Published on April 23rd, 2012 | by GBE FACTS1
Planned Dams for Andean Amazon May Negative Ecosystem Impact
April 23rd, 2012 by GBE FACTS
The quest to capture more electricity from hydroelectric dams along the Amazon is increasing dramatically, spurring negative ecological impacts, reports a recent study led by Matt Finer of the Center for International Environmental Law.
This study states the Andean Amazon is becoming a major frontier for new hydroelectric dams. As such the potential impacts of these planned projects suggests that there may be serious ecological concerns, which must be taken into account.
The study analyzes the full portfolio of 150 planned dams across all six major river basins connecting the Andes to the Amazon, a geographic scope spanning Bolivia, Brazil, Colombia, Ecuador, and Peru. The full report is available in the open access journal PloS ONE.
The report states the hydroelectric projects represent a potential 300 percent increase over the number of existing dams in the region. Over half would be large dams generating over 100 megawatts.
This fact is particularly alarming: Sixty percent of the dams would cause the first major break in river connectivity between protected Andean headwaters and the lowland Amazon, threatening the current free-flowing nature of many Andean-Amazon rivers.
“These results are quite troubling given the critical link between the Andes Mountains and the Amazonian floodplain,” Finer said. “There appears to be no strategic planning regarding possible consequences to the disruption of an ecological connection that has existed for millions of years.”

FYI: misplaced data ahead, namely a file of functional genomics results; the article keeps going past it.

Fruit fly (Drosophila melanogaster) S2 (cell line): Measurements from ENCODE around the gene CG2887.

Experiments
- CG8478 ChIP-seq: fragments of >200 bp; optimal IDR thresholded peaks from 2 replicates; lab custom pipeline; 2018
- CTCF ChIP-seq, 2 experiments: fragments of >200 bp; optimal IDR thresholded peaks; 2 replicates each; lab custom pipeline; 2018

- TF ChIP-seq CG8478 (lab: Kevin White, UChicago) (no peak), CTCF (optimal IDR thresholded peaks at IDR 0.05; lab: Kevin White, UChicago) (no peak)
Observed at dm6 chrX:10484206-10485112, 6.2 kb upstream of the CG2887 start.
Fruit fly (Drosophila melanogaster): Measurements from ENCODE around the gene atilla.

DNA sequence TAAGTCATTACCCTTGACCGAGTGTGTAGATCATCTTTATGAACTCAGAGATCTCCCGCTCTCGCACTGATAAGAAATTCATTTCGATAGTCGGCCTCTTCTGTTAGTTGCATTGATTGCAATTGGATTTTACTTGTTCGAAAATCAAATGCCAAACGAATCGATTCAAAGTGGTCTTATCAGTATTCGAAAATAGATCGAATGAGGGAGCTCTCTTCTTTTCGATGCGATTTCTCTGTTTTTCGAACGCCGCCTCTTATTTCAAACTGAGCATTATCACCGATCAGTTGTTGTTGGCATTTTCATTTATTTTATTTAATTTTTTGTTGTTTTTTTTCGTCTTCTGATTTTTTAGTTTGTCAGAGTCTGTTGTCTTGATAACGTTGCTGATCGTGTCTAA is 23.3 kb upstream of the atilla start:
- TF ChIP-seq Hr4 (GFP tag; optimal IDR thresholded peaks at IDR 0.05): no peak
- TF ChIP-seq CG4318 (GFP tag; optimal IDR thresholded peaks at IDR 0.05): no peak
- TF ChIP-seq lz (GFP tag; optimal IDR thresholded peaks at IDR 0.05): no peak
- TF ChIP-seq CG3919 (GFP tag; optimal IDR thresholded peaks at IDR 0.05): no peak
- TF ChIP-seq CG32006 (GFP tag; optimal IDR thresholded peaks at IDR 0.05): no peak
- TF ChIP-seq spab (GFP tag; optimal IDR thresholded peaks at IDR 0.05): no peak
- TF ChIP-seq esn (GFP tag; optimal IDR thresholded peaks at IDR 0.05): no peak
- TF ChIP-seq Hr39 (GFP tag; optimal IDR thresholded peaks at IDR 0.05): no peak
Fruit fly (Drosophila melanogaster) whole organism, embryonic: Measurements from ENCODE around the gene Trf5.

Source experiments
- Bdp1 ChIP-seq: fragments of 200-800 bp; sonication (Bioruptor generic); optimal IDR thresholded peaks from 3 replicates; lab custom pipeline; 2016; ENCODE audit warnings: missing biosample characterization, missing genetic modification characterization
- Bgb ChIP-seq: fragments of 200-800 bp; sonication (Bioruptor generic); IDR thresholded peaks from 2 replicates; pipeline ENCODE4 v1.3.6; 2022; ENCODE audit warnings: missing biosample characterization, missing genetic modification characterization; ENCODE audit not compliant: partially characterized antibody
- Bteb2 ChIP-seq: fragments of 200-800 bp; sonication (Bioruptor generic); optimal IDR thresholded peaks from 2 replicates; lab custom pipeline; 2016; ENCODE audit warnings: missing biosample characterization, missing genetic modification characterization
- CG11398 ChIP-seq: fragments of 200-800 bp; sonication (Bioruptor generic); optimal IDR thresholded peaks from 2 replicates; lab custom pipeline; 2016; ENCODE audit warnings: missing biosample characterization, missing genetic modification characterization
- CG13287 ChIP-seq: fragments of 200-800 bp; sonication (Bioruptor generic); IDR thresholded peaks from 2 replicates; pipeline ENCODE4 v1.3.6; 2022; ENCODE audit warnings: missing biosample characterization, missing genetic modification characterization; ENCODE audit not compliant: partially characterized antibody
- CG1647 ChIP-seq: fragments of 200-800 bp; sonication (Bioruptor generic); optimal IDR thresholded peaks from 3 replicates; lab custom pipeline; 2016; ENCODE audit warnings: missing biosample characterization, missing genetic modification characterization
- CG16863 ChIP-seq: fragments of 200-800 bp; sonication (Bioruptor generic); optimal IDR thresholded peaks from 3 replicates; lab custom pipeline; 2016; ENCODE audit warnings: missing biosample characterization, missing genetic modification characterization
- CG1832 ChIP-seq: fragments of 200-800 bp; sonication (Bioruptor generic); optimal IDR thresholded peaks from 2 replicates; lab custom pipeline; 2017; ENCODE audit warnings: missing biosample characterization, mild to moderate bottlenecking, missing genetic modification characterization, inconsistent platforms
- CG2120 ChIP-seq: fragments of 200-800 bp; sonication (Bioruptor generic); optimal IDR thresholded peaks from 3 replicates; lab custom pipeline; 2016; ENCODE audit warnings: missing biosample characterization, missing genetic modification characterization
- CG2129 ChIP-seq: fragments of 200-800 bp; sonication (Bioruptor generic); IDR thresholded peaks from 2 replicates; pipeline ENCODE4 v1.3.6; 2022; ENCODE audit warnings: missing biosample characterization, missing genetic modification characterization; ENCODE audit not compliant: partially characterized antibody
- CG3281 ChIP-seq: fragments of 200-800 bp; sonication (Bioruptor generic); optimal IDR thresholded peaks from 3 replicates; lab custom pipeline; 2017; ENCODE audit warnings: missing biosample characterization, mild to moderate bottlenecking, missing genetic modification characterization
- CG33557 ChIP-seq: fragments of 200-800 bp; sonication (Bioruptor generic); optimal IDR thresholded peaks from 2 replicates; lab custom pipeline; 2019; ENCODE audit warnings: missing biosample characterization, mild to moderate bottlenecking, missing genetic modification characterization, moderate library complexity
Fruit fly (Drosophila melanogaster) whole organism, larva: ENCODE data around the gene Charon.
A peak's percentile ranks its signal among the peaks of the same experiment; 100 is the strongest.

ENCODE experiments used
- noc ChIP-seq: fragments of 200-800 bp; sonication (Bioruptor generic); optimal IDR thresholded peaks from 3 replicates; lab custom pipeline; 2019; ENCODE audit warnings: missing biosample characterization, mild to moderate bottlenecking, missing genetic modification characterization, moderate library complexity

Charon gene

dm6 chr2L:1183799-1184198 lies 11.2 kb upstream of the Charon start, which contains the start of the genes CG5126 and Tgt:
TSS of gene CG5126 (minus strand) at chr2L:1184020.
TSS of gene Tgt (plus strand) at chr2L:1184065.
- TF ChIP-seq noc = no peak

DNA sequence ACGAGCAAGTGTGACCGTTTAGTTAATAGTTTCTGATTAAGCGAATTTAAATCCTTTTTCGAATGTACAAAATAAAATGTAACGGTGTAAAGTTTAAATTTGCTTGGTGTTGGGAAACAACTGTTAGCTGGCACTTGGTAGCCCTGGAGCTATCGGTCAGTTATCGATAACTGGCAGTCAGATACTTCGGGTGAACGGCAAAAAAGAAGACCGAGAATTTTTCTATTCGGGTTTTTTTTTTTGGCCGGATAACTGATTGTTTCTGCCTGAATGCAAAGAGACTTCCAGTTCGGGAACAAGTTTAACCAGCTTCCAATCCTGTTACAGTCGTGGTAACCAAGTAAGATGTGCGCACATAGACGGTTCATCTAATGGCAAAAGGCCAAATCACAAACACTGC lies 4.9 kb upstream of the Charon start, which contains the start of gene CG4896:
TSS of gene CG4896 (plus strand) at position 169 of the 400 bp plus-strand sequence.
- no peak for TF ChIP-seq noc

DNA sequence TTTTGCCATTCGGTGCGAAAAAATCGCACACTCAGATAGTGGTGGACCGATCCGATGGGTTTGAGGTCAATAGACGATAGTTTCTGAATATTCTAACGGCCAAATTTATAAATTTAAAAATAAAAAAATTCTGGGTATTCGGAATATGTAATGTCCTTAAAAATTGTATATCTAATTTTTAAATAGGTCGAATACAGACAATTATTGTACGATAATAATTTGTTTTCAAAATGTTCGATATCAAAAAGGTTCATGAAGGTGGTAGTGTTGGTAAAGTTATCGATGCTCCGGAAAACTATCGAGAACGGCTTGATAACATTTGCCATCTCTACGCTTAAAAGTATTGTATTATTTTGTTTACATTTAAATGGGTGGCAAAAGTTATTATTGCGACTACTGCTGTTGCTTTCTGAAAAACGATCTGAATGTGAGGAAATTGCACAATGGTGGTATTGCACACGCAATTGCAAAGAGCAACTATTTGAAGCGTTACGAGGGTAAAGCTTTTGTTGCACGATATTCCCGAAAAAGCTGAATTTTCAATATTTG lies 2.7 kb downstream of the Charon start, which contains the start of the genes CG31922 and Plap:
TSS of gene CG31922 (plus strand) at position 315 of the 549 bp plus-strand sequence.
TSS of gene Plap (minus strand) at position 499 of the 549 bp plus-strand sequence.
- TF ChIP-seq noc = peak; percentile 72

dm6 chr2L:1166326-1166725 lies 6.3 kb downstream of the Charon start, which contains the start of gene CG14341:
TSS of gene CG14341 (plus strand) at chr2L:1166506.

The Andes supply the vast majority of the sediment, nutrients, and organic matter to the Amazon floodplain, one of the most productive ecosystems for Earth. In addition, many important Amazonian fish species spawn only in Andean-fed rivers, including a number of long-distance migrants that must travel from the lowlands to the foothills.
The authors also found that more than 80 percent of proposed dams would contribute to forest loss due to new roads, transmission lines, or inundation. Including the potential new road and transmission line infrastructure needed for dams provides a much broader assessment of the full ecological impacts of proposed dams and their secondary effects.
In combining the river connectivity and infrastructure analysis, the authors produced an overall ecological impact score for each proposed dam. Nearly half were classified as high impact, while just 19 percent as low impact.
“We conclude that there is an urgent need for strategic basin scale evaluation of new dams and a plan to maintain Andes-Amazon connectivity,” said study co-author Dr. Clinton Jenkins of North Carolina State University. “We also call for a reconsideration of the notion that hydropower is a widespread low-impact energy source in the Neotropics.”